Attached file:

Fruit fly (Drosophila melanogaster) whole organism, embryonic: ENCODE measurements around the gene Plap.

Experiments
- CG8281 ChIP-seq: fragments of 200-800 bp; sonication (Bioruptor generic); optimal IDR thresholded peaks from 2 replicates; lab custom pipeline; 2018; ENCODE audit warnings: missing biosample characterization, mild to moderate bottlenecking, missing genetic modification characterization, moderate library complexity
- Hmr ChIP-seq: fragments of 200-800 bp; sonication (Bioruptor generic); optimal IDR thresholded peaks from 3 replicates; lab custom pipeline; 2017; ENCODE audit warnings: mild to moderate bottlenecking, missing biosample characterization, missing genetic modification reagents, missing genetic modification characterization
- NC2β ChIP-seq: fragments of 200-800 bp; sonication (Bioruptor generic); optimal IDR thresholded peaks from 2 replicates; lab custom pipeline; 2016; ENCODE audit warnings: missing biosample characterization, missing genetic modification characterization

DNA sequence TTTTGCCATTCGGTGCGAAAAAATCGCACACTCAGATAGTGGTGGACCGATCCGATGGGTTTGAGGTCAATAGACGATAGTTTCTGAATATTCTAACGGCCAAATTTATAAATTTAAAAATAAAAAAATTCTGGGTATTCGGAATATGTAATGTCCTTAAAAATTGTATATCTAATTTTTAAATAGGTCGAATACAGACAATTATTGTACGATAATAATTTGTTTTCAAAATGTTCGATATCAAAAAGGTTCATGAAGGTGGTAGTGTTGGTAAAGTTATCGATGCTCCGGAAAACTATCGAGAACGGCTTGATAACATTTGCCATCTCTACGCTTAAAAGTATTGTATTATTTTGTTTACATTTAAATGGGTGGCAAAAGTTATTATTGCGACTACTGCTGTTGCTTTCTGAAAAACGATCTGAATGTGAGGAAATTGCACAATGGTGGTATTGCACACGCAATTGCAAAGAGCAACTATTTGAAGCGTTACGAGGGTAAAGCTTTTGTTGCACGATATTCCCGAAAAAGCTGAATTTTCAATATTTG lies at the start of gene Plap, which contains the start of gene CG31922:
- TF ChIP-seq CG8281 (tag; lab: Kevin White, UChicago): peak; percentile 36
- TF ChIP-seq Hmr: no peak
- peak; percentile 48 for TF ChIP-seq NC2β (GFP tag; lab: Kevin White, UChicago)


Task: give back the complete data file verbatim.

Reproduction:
Fruit fly (Drosophila melanogaster) whole organism, embryonic: ENCODE measurements around the gene Plap.

Experiments
- CG8281 ChIP-seq: fragments of 200-800 bp; sonication (Bioruptor generic); optimal IDR thresholded peaks from 2 replicates; lab custom pipeline; 2018; ENCODE audit warnings: missing biosample characterization, mild to moderate bottlenecking, missing genetic modification characterization, moderate library complexity
- Hmr ChIP-seq: fragments of 200-800 bp; sonication (Bioruptor generic); optimal IDR thresholded peaks from 3 replicates; lab custom pipeline; 2017; ENCODE audit warnings: mild to moderate bottlenecking, missing biosample characterization, missing genetic modification reagents, missing genetic modification characterization
- NC2β ChIP-seq: fragments of 200-800 bp; sonication (Bioruptor generic); optimal IDR thresholded peaks from 2 replicates; lab custom pipeline; 2016; ENCODE audit warnings: missing biosample characterization, missing genetic modification characterization

DNA sequence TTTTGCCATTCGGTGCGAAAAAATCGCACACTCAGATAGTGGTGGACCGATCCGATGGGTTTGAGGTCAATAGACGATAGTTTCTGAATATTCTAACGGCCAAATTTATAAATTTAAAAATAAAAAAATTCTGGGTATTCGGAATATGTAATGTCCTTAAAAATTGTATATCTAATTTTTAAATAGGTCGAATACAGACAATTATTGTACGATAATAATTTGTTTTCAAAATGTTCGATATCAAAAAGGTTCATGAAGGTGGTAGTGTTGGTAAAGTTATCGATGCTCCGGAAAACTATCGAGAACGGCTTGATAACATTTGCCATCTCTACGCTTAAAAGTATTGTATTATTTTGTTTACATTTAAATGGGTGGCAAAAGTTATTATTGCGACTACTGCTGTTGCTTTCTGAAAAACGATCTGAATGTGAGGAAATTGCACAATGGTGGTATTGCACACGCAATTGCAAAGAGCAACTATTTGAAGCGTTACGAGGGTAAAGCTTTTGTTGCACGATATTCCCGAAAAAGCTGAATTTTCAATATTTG lies at the start of gene Plap, which contains the start of gene CG31922:
- TF ChIP-seq CG8281 (tag; lab: Kevin White, UChicago): peak; percentile 36
- TF ChIP-seq Hmr: no peak
- peak; percentile 48 for TF ChIP-seq NC2β (GFP tag; lab: Kevin White, UChicago)